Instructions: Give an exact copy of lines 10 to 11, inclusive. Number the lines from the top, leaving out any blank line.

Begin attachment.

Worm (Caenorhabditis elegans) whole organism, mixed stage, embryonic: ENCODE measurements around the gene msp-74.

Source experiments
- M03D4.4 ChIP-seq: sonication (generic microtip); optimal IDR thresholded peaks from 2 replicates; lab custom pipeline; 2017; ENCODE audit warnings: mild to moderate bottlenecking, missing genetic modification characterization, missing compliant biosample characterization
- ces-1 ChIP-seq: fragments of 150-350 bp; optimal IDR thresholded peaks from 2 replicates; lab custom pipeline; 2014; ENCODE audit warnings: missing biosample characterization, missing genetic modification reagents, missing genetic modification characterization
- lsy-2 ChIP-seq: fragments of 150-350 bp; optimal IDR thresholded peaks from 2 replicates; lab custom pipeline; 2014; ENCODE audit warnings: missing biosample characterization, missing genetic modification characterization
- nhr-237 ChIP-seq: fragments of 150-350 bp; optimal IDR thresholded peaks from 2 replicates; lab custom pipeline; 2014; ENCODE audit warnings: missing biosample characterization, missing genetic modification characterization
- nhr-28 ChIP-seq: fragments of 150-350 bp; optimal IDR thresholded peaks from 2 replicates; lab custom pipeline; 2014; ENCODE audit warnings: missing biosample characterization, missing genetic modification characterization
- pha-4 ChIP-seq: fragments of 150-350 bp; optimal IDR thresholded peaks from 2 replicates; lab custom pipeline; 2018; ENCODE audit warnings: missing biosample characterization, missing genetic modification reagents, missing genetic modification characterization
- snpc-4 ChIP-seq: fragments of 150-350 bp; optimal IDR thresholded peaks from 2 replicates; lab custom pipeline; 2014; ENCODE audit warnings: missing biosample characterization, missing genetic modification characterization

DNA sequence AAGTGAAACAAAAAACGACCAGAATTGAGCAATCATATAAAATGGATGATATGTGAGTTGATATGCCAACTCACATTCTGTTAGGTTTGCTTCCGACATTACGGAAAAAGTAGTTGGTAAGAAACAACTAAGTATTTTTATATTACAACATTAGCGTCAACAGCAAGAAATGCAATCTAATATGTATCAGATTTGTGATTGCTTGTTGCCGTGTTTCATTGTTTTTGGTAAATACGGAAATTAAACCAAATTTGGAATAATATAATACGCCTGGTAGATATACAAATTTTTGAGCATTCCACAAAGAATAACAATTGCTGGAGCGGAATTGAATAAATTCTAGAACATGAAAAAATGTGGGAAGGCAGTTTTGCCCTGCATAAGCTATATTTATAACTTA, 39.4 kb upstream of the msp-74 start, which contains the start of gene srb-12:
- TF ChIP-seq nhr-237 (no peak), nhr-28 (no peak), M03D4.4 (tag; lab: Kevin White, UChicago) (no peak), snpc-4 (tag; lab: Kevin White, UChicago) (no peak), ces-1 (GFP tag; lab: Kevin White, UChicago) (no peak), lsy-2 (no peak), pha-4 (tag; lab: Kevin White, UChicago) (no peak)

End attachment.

DNA sequence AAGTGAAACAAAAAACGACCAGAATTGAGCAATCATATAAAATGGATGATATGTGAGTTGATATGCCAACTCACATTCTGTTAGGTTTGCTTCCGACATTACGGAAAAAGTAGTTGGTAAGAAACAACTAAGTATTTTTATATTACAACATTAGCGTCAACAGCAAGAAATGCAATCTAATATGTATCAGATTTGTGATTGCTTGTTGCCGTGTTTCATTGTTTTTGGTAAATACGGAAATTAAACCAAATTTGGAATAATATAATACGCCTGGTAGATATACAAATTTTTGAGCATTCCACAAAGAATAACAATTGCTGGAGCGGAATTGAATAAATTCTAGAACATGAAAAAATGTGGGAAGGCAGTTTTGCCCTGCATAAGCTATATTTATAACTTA, 39.4 kb upstream of the msp-74 start, which contains the start of gene srb-12:
- TF ChIP-seq nhr-237 (no peak), nhr-28 (no peak), M03D4.4 (tag; lab: Kevin White, UChicago) (no peak), snpc-4 (tag; lab: Kevin White, UChicago) (no peak), ces-1 (GFP tag; lab: Kevin White, UChicago) (no peak), lsy-2 (no peak), pha-4 (tag; lab: Kevin White, UChicago) (no peak)